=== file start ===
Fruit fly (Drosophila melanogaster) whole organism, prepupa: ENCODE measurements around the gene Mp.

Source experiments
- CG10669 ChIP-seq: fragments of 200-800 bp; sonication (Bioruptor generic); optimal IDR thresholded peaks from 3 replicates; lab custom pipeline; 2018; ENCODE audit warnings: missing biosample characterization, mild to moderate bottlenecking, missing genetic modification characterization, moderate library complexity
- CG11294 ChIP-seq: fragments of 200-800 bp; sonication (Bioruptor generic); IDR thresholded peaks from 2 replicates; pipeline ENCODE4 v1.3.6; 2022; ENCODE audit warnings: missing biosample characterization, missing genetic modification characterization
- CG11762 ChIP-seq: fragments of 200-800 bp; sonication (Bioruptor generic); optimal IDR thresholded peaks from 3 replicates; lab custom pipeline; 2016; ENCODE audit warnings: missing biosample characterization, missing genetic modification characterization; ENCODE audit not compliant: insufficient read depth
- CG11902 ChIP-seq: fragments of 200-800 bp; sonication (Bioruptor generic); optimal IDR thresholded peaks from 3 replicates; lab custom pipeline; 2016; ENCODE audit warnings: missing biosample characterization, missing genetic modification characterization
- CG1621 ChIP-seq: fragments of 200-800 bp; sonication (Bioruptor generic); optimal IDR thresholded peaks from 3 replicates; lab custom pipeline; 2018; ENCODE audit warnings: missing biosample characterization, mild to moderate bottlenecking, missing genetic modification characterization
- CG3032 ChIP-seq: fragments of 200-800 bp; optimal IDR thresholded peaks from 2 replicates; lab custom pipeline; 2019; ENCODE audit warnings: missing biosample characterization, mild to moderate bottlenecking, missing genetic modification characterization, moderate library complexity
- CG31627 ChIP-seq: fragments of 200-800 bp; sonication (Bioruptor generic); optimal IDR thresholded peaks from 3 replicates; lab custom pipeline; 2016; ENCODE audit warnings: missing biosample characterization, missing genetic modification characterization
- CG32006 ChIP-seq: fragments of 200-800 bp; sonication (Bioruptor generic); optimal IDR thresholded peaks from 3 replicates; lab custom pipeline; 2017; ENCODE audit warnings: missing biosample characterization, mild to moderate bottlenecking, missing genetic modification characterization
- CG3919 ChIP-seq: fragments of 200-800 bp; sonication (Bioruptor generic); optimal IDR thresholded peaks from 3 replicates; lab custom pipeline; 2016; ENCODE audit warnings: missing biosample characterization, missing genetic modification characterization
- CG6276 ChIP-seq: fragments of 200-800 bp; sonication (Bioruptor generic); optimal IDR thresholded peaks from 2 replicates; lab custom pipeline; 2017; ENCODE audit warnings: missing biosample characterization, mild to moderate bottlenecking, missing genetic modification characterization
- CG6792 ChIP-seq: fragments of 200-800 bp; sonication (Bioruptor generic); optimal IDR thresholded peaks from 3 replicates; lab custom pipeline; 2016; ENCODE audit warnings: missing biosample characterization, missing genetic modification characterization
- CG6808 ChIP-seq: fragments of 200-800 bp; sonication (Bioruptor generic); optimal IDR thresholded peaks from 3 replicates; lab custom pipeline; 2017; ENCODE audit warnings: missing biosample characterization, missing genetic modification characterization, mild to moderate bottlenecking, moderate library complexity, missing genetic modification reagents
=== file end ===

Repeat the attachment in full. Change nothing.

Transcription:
Fruit fly (Drosophila melanogaster) whole organism, prepupa: ENCODE measurements around the gene Mp.

Source experiments
- CG10669 ChIP-seq: fragments of 200-800 bp; sonication (Bioruptor generic); optimal IDR thresholded peaks from 3 replicates; lab custom pipeline; 2018; ENCODE audit warnings: missing biosample characterization, mild to moderate bottlenecking, missing genetic modification characterization, moderate library complexity
- CG11294 ChIP-seq: fragments of 200-800 bp; sonication (Bioruptor generic); IDR thresholded peaks from 2 replicates; pipeline ENCODE4 v1.3.6; 2022; ENCODE audit warnings: missing biosample characterization, missing genetic modification characterization
- CG11762 ChIP-seq: fragments of 200-800 bp; sonication (Bioruptor generic); optimal IDR thresholded peaks from 3 replicates; lab custom pipeline; 2016; ENCODE audit warnings: missing biosample characterization, missing genetic modification characterization; ENCODE audit not compliant: insufficient read depth
- CG11902 ChIP-seq: fragments of 200-800 bp; sonication (Bioruptor generic); optimal IDR thresholded peaks from 3 replicates; lab custom pipeline; 2016; ENCODE audit warnings: missing biosample characterization, missing genetic modification characterization
- CG1621 ChIP-seq: fragments of 200-800 bp; sonication (Bioruptor generic); optimal IDR thresholded peaks from 3 replicates; lab custom pipeline; 2018; ENCODE audit warnings: missing biosample characterization, mild to moderate bottlenecking, missing genetic modification characterization
- CG3032 ChIP-seq: fragments of 200-800 bp; optimal IDR thresholded peaks from 2 replicates; lab custom pipeline; 2019; ENCODE audit warnings: missing biosample characterization, mild to moderate bottlenecking, missing genetic modification characterization, moderate library complexity
- CG31627 ChIP-seq: fragments of 200-800 bp; sonication (Bioruptor generic); optimal IDR thresholded peaks from 3 replicates; lab custom pipeline; 2016; ENCODE audit warnings: missing biosample characterization, missing genetic modification characterization
- CG32006 ChIP-seq: fragments of 200-800 bp; sonication (Bioruptor generic); optimal IDR thresholded peaks from 3 replicates; lab custom pipeline; 2017; ENCODE audit warnings: missing biosample characterization, mild to moderate bottlenecking, missing genetic modification characterization
- CG3919 ChIP-seq: fragments of 200-800 bp; sonication (Bioruptor generic); optimal IDR thresholded peaks from 3 replicates; lab custom pipeline; 2016; ENCODE audit warnings: missing biosample characterization, missing genetic modification characterization
- CG6276 ChIP-seq: fragments of 200-800 bp; sonication (Bioruptor generic); optimal IDR thresholded peaks from 2 replicates; lab custom pipeline; 2017; ENCODE audit warnings: missing biosample characterization, mild to moderate bottlenecking, missing genetic modification characterization
- CG6792 ChIP-seq: fragments of 200-800 bp; sonication (Bioruptor generic); optimal IDR thresholded peaks from 3 replicates; lab custom pipeline; 2016; ENCODE audit warnings: missing biosample characterization, missing genetic modification characterization
- CG6808 ChIP-seq: fragments of 200-800 bp; sonication (Bioruptor generic); optimal IDR thresholded peaks from 3 replicates; lab custom pipeline; 2017; ENCODE audit warnings: missing biosample characterization, missing genetic modification characterization, mild to moderate bottlenecking, moderate library complexity, missing genetic modification reagents